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19 Winter Riding Essentials

Words - Morgan Taylor

Words by Morgan Taylor. Photos by Morgan Taylor and Garrett Thibault.
November 12th, 2014

We originally published this last year but we thought it was the perfect time to release it again. Get out and ride this winter!


Many riders hang up the bike for winter – but not us. Here on the BC coast we’re treated to drizzle, fog, and occasional snow for five days a week all winter – and based on the current weather forecast, that starts today. Staying on the bike through the wet season can be a lot more fun if you can check off much of this list:

winter, mountain bike, bike, gear, guide, riding, essentials, must haves, tips, rain, snow

You surely can’t ride in winter without your…

The Essentials

1. A good jacket. Preferably something waterproof and breathable. If it’s not breathable, don’t worry about it being waterproof – being warm and wet is arguably better than riding in a sauna of your own sweat.

2. Grippy tires. Riding summer tires down wet rocks is like having Freddy Krueger in your dreams: it’s scary as hell and there’s a good chance you’ll die. Take a hit on weight in the name of traction. Keep them as deflated as your ego when you realize how many features you now need to pass up on due to frost concerns.

3. Good socks. Frozen toes aren’t cool. Good socks last for years. Buy some. Don’t get miserable. Some like merino, some prefer synthetic. If you wear your shoes tight, you might need some bigger ones.

A beard is a winter must-have if you wish to be taken seriously. Photo - Morgan Taylor.

Winter riding gear is more than just your bike; your car, your clothes, and your dog must also be prepared… Photo – Garrett Thibault.

4. Base layers. Merino is the pinnacle, but a good quality synthetic base layer will do the trick. They even make them in anti-stink fabrics now. Combine a decent base with a breathable jacket and you’ve got a killer all-winter combo. Carry a toque in your bag in case you find yourself hiking out.

5. Gloves. Cold hands are almost worse than cold feet. You do need them to hold your handlebars and brake, after all. Bonus: bring a dry pair of gloves to switch out when you’re feeling saturated.

6. Front fender. Minimalist fenders that fit in the arch of your fork weigh almost nothing and yet do wonders for preventing getting crap in your eyes. Why didn’t we think of this earlier?

The Not-So-Essentials

You could definitely get away with just the above listed items. Heck, you could get away with none of them – but making the experience enjoyable will get you out on the bike instead of watching videos of other people doing so. Some of us are, however, not content with just the necessities. We need to go next level.

7. Lights. Two of them – one for your helmet, one for your bars. 800 lumens each, or more. You can now get a 1500 lumen light that lasts for two hours on a battery that weighs only 200 grams. Bonus points for a helmet that can have a light mounted directly to it. Leave at least one in your bag at all times. Lights drastically increase the amount of time you can be out on the trails, and are a safety must-have for twilight (read: mid-afternoon) rides. And remember: there’s a bear behind every tree when you’re night riding – awesome!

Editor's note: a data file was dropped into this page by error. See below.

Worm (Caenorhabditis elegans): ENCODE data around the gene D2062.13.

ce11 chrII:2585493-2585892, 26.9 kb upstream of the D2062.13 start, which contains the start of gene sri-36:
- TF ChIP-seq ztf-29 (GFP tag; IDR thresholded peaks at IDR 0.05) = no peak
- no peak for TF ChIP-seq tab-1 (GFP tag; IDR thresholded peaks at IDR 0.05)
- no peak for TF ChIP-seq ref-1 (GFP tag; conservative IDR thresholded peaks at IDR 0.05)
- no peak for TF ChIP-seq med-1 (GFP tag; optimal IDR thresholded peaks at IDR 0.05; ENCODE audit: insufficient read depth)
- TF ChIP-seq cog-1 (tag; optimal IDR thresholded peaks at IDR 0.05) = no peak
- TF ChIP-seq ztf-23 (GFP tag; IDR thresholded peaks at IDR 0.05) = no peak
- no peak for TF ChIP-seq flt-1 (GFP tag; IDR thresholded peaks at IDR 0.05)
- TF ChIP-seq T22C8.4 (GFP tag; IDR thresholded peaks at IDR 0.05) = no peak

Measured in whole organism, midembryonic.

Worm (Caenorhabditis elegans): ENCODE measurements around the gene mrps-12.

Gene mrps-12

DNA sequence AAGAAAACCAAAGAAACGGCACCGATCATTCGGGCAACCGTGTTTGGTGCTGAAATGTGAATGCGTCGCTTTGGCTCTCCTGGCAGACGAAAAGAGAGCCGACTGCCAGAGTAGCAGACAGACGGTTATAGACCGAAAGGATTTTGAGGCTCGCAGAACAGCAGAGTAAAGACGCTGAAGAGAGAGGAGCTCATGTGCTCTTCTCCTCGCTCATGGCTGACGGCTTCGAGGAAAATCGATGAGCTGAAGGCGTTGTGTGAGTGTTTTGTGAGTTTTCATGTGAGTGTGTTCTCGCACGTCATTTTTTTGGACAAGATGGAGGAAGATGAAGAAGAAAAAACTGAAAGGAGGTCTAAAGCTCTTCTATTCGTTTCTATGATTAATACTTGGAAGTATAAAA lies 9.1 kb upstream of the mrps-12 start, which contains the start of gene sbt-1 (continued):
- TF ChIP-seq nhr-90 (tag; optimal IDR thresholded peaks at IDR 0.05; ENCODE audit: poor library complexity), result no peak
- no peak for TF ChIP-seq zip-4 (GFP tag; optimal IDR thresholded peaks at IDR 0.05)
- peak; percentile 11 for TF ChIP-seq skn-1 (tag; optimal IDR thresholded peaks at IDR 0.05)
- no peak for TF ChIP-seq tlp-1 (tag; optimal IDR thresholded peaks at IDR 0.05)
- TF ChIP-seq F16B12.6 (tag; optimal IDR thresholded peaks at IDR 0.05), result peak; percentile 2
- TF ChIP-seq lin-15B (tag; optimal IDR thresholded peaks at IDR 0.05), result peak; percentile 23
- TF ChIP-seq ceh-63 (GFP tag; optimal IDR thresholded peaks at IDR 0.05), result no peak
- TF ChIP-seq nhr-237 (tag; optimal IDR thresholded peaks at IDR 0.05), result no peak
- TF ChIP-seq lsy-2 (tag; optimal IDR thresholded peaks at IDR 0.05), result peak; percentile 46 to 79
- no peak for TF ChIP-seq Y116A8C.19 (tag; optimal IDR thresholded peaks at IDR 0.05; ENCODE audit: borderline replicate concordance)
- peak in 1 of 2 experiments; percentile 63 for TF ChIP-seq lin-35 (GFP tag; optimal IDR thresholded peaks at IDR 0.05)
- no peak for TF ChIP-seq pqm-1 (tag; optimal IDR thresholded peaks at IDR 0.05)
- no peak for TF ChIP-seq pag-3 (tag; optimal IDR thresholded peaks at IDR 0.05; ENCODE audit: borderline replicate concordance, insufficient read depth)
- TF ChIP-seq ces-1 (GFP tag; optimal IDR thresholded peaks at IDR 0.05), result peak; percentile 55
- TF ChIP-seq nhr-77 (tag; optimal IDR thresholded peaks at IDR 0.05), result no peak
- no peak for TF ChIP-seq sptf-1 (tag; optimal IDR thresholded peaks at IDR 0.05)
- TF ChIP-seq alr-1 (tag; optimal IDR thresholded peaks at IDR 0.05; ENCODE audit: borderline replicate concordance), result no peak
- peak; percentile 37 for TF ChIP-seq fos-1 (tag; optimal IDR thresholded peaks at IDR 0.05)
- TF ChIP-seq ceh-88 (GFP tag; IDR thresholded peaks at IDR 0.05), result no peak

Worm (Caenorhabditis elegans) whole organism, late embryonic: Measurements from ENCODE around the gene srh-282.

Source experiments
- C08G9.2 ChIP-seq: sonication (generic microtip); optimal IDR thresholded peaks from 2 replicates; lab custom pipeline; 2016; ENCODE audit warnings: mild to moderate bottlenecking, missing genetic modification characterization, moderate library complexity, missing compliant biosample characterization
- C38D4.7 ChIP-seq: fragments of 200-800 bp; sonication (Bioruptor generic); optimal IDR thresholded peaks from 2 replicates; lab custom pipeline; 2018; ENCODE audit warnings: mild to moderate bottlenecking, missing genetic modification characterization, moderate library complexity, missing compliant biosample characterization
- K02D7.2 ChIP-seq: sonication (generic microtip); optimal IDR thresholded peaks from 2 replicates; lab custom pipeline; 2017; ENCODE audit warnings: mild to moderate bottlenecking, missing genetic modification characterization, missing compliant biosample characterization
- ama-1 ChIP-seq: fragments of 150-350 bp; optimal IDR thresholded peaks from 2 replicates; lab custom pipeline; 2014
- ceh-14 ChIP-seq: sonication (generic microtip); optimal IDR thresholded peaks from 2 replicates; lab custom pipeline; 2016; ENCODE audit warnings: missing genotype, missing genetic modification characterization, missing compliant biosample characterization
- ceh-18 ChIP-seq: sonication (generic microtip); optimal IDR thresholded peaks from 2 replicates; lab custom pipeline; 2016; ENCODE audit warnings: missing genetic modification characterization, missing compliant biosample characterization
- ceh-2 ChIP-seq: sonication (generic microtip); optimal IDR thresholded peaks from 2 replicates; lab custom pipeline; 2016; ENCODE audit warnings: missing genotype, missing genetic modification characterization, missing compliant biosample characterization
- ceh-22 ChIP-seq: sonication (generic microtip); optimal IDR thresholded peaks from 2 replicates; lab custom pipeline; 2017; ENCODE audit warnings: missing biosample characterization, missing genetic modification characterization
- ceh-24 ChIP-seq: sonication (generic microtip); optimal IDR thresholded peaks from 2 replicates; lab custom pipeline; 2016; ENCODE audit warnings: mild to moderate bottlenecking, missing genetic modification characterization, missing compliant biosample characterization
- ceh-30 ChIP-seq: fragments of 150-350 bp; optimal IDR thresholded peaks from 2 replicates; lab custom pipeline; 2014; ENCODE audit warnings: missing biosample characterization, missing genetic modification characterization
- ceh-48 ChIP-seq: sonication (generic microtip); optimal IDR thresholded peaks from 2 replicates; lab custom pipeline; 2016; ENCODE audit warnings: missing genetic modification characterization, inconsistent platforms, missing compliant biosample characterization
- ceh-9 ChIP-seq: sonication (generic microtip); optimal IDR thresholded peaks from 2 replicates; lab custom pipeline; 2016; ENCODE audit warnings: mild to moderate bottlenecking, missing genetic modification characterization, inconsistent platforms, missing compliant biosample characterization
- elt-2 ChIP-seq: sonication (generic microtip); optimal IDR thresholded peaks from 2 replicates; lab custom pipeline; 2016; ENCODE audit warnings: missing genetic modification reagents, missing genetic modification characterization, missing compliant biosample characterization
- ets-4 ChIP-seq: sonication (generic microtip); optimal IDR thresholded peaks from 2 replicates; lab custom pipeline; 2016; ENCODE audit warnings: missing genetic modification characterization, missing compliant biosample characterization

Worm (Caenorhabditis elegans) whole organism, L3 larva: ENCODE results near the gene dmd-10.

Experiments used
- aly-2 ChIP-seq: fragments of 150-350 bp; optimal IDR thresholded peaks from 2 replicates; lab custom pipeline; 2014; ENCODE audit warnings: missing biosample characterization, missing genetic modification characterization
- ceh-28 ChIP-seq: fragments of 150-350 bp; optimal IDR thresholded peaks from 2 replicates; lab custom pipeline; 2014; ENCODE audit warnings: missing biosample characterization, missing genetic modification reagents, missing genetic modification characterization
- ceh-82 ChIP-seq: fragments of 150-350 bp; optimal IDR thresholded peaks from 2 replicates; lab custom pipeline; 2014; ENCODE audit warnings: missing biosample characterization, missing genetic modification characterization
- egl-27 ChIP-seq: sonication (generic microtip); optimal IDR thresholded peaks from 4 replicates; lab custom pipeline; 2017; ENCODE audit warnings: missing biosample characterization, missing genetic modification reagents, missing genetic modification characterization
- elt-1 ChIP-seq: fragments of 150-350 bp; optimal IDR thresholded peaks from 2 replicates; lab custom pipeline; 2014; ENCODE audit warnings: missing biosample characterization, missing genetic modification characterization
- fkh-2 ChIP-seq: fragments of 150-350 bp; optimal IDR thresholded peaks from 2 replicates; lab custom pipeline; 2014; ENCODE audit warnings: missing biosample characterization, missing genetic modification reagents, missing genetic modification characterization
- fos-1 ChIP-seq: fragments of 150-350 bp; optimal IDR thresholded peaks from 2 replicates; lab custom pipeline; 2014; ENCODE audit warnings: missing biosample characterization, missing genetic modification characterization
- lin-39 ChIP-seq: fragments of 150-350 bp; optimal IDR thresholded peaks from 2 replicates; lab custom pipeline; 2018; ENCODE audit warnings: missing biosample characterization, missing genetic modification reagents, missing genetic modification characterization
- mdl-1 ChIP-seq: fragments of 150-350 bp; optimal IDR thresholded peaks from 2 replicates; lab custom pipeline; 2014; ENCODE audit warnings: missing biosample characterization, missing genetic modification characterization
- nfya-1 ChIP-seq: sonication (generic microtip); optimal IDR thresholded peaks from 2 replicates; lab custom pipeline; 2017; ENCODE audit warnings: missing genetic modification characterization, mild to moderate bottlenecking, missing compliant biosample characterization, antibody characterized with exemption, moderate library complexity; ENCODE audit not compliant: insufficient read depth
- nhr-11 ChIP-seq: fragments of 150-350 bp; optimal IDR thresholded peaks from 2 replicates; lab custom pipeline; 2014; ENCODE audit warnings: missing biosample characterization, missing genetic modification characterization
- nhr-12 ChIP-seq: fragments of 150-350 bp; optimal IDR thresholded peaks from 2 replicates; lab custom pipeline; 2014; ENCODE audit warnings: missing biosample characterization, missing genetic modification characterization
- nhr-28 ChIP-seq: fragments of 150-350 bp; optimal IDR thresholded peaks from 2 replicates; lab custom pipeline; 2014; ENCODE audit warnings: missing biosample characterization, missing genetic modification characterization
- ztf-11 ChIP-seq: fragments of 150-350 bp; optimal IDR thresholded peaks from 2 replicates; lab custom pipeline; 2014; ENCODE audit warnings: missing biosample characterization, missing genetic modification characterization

8. Winter shoes… or flat pedals. This is again a cold mitigation technique. Cold crank arms and cold pedals suck the heat right out of your shoes through your cleats. Insulated shoes can help, but in full on snow, sometimes flat pedals are the only answer.

9. Arm warmers and knee warmers. Part of a base layer solution is some modularity. These items come in various thicknesses, up to the point that they become body armour. Arm warmers turn a short sleeve into a long sleeve and take up very little bag space. Knee warmers are good almost all year – warm knees are happy knees. If you wear knee pads, you’re already… covered.

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Trail choice is key: rocks and gold good, loam and mud not so good. Photo – Morgan Taylor.

10. Rear fender. While a lightweight plastic front fender is a must-have, rear fenders are more difficult to make an argument for. Generally heavy, often noisy, and rarely stylish, rear fender options are few and far between. DIY is often the name of the game – but what is the value of a dry ass?

11. Seat covers. Does your car smell like a used jock strap already? Looking to avoid that condition? OK, so green garbage bags and a towel are the must-haves, but you might want to invest in something less “Paper Bag Princess”. Your friends will thank you.

12. A hose. Or a friend with a hose. Come home covered in muck? Wife won’t let you in the house? You’re gonna need to clean up, and the hose at the gas station might not do the trick. Another option is a hand-pressurized pesticide sprayer.

The Do-You-Really-Need-Thats

If you are truly a winter bike nerd, you need to go all out: you need a winter-specific setup. At this point many of you might be questioning our sanity. What happened to just getting on your bike and riding? Here’s a truth: some people just like to be prepared for every possible situation, and have the gear to do it, even if they only do it once a year. Like those snowshoes in the back of your closet.

13. A hardtail. With as few moving parts as possible. Single speed is great, or maybe internal gears, or what about belt drive? The options are limitless. Along with a winter hardtail comes a sense of superiority over those who just can’t “man up”.

14. A flask. Filled with some peaty scotch… or fireball, if that’s your poison. A thermos of coffee or tea is also acceptable. Whatever your liquid warm-up, you will be hailed as the king of the mountain when you pull this out at a trailhead.

15. Grow a beard. Ice buildup is a good wind break. A facial winter coat also gives you immediate credibility with other outdoor enthusiasts.

A beard is a winter must-have if you wish to be taken seriously. Photo – Morgan Taylor.